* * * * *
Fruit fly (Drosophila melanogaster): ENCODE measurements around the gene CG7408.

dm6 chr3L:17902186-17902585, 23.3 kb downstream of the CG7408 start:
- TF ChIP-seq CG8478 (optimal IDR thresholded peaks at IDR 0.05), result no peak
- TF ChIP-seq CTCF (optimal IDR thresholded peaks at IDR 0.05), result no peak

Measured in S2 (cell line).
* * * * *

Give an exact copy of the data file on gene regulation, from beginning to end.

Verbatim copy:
Fruit fly (Drosophila melanogaster): ENCODE measurements around the gene CG7408.

dm6 chr3L:17902186-17902585, 23.3 kb downstream of the CG7408 start:
- TF ChIP-seq CG8478 (optimal IDR thresholded peaks at IDR 0.05), result no peak
- TF ChIP-seq CTCF (optimal IDR thresholded peaks at IDR 0.05), result no peak

Measured in S2 (cell line).